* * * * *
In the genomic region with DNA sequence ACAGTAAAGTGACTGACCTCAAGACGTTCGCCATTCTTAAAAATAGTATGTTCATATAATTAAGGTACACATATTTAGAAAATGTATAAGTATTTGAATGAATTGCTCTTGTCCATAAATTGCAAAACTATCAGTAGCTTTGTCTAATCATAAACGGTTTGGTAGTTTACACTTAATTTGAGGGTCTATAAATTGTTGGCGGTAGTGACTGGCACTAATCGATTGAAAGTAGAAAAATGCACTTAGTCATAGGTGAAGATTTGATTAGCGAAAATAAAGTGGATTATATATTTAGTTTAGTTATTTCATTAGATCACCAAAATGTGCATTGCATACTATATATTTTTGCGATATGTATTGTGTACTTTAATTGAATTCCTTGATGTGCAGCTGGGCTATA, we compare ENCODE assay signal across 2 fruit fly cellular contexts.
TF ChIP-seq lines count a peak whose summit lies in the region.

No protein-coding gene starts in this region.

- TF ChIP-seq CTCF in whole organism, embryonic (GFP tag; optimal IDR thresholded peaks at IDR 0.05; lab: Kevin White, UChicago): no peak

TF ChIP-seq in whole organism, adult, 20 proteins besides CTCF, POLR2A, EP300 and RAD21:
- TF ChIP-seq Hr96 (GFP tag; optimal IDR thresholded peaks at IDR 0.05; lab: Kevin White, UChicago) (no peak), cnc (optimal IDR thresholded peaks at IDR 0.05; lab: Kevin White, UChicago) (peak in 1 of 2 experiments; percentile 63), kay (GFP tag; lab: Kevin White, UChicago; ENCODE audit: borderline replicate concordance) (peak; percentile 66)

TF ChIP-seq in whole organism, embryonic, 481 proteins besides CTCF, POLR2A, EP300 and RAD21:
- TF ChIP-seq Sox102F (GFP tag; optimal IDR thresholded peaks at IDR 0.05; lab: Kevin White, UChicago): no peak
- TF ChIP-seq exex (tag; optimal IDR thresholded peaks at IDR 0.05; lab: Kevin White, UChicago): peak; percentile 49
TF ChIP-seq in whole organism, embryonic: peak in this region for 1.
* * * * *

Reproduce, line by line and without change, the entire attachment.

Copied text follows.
In the genomic region with DNA sequence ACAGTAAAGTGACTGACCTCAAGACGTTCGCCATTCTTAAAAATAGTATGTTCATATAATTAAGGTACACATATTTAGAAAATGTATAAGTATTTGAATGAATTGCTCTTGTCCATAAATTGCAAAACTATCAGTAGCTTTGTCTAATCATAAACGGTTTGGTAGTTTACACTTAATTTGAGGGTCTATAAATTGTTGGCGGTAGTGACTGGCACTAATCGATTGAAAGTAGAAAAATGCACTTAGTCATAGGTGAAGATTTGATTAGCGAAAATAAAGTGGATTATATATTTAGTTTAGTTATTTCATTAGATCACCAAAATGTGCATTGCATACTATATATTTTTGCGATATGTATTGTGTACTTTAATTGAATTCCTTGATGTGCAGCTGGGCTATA, we compare ENCODE assay signal across 2 fruit fly cellular contexts.
TF ChIP-seq lines count a peak whose summit lies in the region.

No protein-coding gene starts in this region.

- TF ChIP-seq CTCF in whole organism, embryonic (GFP tag; optimal IDR thresholded peaks at IDR 0.05; lab: Kevin White, UChicago): no peak

TF ChIP-seq in whole organism, adult, 20 proteins besides CTCF, POLR2A, EP300 and RAD21:
- TF ChIP-seq Hr96 (GFP tag; optimal IDR thresholded peaks at IDR 0.05; lab: Kevin White, UChicago) (no peak), cnc (optimal IDR thresholded peaks at IDR 0.05; lab: Kevin White, UChicago) (peak in 1 of 2 experiments; percentile 63), kay (GFP tag; lab: Kevin White, UChicago; ENCODE audit: borderline replicate concordance) (peak; percentile 66)

TF ChIP-seq in whole organism, embryonic, 481 proteins besides CTCF, POLR2A, EP300 and RAD21:
- TF ChIP-seq Sox102F (GFP tag; optimal IDR thresholded peaks at IDR 0.05; lab: Kevin White, UChicago): no peak
- TF ChIP-seq exex (tag; optimal IDR thresholded peaks at IDR 0.05; lab: Kevin White, UChicago): peak; percentile 49
TF ChIP-seq in whole organism, embryonic: peak in this region for 1.